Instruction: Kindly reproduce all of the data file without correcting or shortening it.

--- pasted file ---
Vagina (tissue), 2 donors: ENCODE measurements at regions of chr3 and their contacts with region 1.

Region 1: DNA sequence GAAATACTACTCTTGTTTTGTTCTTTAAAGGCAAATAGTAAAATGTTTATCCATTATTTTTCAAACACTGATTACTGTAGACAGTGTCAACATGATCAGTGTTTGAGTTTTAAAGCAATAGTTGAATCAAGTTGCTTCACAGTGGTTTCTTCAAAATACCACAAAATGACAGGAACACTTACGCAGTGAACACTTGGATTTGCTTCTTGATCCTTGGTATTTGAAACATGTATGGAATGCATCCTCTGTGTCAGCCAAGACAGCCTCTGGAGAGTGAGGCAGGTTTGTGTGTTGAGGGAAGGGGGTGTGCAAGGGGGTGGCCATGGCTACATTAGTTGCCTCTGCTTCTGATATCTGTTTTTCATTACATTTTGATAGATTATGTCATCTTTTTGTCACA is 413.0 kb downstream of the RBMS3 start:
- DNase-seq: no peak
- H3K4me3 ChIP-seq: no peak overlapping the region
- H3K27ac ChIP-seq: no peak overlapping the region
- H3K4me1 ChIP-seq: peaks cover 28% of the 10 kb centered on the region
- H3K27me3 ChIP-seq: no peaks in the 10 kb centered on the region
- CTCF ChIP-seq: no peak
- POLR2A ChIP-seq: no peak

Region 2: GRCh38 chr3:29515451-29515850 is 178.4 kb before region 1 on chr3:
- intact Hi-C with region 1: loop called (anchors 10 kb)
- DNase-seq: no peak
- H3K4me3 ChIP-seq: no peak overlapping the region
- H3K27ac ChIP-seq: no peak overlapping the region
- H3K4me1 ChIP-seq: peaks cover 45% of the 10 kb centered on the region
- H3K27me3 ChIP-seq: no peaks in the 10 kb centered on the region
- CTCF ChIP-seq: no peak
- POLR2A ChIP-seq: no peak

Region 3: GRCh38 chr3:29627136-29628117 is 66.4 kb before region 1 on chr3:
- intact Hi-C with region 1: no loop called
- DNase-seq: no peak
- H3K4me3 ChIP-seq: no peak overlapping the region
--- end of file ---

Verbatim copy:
Vagina (tissue), 2 donors: ENCODE measurements at regions of chr3 and their contacts with region 1.

Region 1: DNA sequence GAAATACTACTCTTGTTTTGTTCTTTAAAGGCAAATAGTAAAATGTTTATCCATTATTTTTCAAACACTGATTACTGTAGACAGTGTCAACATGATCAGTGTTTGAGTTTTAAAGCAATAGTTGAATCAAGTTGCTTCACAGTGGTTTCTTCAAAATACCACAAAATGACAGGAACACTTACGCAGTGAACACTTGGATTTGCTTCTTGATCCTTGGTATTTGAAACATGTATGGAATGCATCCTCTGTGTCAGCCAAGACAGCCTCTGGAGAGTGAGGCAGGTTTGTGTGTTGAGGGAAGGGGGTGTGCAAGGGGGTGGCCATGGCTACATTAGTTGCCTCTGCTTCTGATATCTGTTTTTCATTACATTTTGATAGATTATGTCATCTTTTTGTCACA is 413.0 kb downstream of the RBMS3 start:
- DNase-seq: no peak
- H3K4me3 ChIP-seq: no peak overlapping the region
- H3K27ac ChIP-seq: no peak overlapping the region
- H3K4me1 ChIP-seq: peaks cover 28% of the 10 kb centered on the region
- H3K27me3 ChIP-seq: no peaks in the 10 kb centered on the region
- CTCF ChIP-seq: no peak
- POLR2A ChIP-seq: no peak

Region 2: GRCh38 chr3:29515451-29515850 is 178.4 kb before region 1 on chr3:
- intact Hi-C with region 1: loop called (anchors 10 kb)
- DNase-seq: no peak
- H3K4me3 ChIP-seq: no peak overlapping the region
- H3K27ac ChIP-seq: no peak overlapping the region
- H3K4me1 ChIP-seq: peaks cover 45% of the 10 kb centered on the region
- H3K27me3 ChIP-seq: no peaks in the 10 kb centered on the region
- CTCF ChIP-seq: no peak
- POLR2A ChIP-seq: no peak

Region 3: GRCh38 chr3:29627136-29628117 is 66.4 kb before region 1 on chr3:
- intact Hi-C with region 1: no loop called
- DNase-seq: no peak
- H3K4me3 ChIP-seq: no peak overlapping the region